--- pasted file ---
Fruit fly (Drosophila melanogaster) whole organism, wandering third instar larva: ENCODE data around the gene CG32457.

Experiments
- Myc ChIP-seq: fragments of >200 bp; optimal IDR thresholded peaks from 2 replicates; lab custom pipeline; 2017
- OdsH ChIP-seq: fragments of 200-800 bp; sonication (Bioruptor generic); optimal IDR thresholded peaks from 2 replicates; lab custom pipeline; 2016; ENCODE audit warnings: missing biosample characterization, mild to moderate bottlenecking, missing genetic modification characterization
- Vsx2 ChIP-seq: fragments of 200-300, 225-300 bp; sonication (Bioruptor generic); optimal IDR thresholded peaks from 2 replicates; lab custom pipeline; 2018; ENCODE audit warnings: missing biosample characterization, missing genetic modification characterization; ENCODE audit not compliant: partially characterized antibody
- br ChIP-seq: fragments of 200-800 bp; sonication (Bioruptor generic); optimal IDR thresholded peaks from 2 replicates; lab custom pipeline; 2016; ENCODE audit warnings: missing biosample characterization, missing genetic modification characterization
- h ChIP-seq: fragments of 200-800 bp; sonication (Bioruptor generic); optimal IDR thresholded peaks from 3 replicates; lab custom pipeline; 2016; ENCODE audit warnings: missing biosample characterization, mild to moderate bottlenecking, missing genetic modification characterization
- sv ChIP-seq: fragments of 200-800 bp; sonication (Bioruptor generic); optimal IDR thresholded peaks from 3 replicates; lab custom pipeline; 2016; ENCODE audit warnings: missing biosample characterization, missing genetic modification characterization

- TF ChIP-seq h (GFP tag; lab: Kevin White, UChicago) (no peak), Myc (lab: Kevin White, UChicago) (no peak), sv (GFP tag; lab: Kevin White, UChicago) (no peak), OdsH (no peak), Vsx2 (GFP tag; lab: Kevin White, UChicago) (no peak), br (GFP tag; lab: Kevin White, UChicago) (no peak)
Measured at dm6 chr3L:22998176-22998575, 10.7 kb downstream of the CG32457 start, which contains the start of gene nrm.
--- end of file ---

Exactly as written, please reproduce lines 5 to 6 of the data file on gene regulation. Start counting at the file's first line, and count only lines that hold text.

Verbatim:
- Vsx2 ChIP-seq: fragments of 200-300, 225-300 bp; sonication (Bioruptor generic); optimal IDR thresholded peaks from 2 replicates; lab custom pipeline; 2018; ENCODE audit warnings: missing biosample characterization, missing genetic modification characterization; ENCODE audit not compliant: partially characterized antibody
- br ChIP-seq: fragments of 200-800 bp; sonication (Bioruptor generic); optimal IDR thresholded peaks from 2 replicates; lab custom pipeline; 2016; ENCODE audit warnings: missing biosample characterization, missing genetic modification characterization